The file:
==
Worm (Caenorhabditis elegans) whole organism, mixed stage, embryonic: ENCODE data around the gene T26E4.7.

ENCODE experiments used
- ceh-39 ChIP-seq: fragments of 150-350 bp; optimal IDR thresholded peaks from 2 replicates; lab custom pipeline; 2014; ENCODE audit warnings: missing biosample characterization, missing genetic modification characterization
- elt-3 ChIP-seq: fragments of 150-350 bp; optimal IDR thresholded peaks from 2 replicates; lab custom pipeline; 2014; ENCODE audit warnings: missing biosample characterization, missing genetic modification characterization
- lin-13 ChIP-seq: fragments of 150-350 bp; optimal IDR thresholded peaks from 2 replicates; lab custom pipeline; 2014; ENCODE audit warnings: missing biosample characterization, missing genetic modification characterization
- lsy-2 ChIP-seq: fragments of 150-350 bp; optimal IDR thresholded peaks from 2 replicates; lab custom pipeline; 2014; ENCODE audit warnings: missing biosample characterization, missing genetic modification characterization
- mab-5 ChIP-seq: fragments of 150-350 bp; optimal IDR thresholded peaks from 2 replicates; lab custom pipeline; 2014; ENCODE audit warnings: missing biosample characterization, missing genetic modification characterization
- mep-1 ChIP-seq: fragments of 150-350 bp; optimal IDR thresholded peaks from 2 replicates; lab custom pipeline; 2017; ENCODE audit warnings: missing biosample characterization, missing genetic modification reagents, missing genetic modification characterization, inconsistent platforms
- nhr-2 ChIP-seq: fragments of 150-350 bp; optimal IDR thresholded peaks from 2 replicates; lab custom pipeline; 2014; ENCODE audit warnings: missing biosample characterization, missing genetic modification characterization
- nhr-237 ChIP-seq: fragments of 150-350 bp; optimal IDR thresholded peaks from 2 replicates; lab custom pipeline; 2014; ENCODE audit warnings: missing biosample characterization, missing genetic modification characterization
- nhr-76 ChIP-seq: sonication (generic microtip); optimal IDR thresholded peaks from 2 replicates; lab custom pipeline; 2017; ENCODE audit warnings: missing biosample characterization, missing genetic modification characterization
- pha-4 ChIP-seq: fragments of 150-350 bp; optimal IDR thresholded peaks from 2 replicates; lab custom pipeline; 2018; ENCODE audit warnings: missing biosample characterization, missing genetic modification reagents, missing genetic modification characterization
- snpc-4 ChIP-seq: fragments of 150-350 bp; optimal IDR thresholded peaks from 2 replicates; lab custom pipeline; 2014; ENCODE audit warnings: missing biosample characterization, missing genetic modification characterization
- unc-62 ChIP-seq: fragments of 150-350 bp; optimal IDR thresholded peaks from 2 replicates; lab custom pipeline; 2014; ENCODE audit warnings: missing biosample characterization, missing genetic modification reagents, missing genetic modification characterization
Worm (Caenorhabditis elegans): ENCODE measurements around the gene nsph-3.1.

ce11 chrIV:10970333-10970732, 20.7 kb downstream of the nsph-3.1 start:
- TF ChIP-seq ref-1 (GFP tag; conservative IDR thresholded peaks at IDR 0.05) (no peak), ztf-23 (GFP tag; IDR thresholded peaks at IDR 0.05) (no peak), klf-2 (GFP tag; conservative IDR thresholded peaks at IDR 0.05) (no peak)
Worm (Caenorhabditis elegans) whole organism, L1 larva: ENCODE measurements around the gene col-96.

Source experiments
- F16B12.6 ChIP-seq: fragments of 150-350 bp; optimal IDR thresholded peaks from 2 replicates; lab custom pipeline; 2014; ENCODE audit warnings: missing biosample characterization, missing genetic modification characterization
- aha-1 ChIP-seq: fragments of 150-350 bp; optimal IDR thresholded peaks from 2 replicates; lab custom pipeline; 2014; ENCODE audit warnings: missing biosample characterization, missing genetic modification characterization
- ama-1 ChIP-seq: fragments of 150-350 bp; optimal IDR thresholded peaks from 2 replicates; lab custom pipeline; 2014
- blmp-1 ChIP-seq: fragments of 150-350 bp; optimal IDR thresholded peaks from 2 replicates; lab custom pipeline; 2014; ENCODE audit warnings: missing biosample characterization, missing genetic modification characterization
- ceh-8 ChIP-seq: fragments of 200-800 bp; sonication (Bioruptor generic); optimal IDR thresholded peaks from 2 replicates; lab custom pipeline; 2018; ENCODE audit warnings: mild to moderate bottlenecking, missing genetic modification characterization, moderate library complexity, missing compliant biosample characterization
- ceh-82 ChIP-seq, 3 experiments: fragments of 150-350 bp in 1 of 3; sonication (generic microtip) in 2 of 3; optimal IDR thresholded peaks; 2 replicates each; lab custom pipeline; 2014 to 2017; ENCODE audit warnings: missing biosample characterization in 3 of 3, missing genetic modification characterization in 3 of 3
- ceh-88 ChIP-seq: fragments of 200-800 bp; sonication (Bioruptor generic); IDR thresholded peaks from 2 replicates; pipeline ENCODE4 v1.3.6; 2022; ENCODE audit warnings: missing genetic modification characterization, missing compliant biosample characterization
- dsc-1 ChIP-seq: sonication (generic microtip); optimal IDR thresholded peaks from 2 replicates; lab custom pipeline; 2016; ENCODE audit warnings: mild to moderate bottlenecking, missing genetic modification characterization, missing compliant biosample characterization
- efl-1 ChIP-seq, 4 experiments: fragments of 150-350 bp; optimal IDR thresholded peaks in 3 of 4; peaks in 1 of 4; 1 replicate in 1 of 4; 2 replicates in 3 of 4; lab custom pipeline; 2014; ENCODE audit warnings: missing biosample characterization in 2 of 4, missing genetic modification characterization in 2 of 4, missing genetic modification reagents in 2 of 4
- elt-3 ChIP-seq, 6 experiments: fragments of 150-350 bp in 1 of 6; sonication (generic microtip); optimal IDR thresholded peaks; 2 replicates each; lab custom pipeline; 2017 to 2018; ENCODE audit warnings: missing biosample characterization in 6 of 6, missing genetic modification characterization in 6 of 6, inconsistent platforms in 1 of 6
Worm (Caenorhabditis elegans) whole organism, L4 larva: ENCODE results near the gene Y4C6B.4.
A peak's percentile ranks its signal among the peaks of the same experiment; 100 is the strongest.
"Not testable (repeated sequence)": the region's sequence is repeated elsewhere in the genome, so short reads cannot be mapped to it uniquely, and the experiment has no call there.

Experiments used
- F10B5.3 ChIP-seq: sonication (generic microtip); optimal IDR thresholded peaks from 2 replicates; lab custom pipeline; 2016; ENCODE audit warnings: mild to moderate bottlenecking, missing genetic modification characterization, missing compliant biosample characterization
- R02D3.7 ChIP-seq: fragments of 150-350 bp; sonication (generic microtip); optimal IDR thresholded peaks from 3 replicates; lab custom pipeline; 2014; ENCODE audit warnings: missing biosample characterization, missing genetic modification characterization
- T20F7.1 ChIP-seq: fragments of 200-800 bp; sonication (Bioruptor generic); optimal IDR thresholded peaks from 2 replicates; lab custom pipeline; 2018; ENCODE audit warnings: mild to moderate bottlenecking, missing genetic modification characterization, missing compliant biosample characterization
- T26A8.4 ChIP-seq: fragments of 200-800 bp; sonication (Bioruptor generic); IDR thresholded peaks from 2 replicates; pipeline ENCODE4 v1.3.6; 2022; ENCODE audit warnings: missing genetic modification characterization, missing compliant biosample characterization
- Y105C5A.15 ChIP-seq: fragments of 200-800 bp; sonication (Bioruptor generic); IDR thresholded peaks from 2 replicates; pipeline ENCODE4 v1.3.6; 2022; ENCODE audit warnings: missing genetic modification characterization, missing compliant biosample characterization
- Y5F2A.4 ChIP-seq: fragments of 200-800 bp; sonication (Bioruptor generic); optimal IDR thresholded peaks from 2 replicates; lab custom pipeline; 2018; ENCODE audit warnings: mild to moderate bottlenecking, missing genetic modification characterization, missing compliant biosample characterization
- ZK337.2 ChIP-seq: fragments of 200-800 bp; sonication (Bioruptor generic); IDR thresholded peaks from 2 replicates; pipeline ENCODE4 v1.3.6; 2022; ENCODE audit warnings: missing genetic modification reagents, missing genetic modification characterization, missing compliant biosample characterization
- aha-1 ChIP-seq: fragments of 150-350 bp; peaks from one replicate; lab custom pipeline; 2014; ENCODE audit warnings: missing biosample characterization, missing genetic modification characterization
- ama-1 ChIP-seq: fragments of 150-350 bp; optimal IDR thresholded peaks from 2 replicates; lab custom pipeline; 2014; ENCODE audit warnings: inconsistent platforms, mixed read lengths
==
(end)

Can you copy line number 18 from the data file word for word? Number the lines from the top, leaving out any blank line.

Worm (Caenorhabditis elegans) whole organism, L1 larva: ENCODE measurements around the gene col-96.